College 1965-66

The lodge at Zion Canyon closed after Labor Day. We were all sent home.

Back in Cedar I prepared to return to School.  Before school started Fred Adams asked me and my cousin Phyllis Buhannan to  dress up in formals and ride in a parade in St. George for Dixie Roundup, representing the College. That was fun. Then he asked us if we would go to Salt Lake to a Travel and Recreation show dressed in Shakespearean Costumes to promote the Festival. That was a blast. Our Job was to roam around all over the building and hand out literature about the Festival. I wore my Mid Summers Night Dream costume and Phyllis wore a costume made for Queen Elizabeth.

As the school year started I had been elected as Vice President of the Drama Club. Phyllis Davis was the President. Fred Adams was the Faculty adviser. We had meetings every week and planed all kinds of activities. We had a Weird Foods party, the idea being that since most of us were from small Utah towns we had not been exposed to much of the worlds cuisine. So everyone was supposed to bring something that they liked but that no one else had eaten. There were some rules you could not bring dog of cat food and it had to be eatable. It was lots of fun to see what everyone would come up with. One year I brought Porcupine Balls and another year I brought a pie with a hamburger crust with a rice filling. Not too weird but at least they were good.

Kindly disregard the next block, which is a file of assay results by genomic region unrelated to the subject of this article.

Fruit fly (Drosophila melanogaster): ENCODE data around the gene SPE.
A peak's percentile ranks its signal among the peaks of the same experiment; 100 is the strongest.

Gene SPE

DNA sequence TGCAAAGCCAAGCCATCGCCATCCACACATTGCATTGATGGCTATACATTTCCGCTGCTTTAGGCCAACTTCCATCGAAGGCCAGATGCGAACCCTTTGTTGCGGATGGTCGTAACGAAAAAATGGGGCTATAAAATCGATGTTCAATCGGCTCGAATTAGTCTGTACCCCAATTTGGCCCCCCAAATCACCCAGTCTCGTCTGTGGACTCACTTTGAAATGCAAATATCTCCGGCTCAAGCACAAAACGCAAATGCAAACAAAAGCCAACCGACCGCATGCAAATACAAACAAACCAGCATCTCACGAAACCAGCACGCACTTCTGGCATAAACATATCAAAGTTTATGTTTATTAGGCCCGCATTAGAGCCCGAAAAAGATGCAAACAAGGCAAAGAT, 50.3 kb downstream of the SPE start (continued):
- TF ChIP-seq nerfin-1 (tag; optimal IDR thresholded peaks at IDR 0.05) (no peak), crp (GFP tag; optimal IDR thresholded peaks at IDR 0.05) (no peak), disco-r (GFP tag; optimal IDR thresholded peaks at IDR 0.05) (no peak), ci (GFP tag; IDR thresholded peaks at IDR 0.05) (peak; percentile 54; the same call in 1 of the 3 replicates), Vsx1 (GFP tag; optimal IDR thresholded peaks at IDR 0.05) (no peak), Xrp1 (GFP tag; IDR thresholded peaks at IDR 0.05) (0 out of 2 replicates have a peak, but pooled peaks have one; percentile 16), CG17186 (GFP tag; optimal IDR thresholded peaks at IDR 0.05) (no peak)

One of the plays we did that year was ‘The Fantasticks”. Fred asked me to be his assistant director. I sat in on the auditions and kept the directors book with all the notes and stage directions. I loved being so closely involved. Then in the Spring we again did ‘A Mid Summers Night Dream’. Once again I was cast as Helena. It was so good to be in a play again. This time we took the play to the University of Utah. We put on the production for a Matinee and a evening performance. At one point in the play I had a short speech that I delivered as I sat at the front edge of the stage. As I was saying my part I noticed that Marice Abravanel, the conductor of the Utah Symphony, was sitting right there in the front row. Wow! a real celebrity. That was so cool.

How was school going? School? was I actually going to school? Oh yes, I did have classes. I tried to take a French class. What a disaster. I did try. I really tried. But I barely understood the elements of English and trying to learn another language was not to be. I was heavily invested into Drama Classes. But I was beginning to feel that I had no focus and I did not see any light at the end of the tunnel. I could not see where this schooling was going to get me. I had come to realize that I did not have the fire needed to be a working actress. I really wanted more than anything to be married and have a bunch of kids. That seemed to be a goal that did not seem to getting anywhere. Tauna was having the same feelings but we pressed on. Tauna was more into athletics than I was. She was in a water aerobics class. I took a swimming class and finally did a real dive from a diving board. I took a dance class and discovered that I really had two left feet.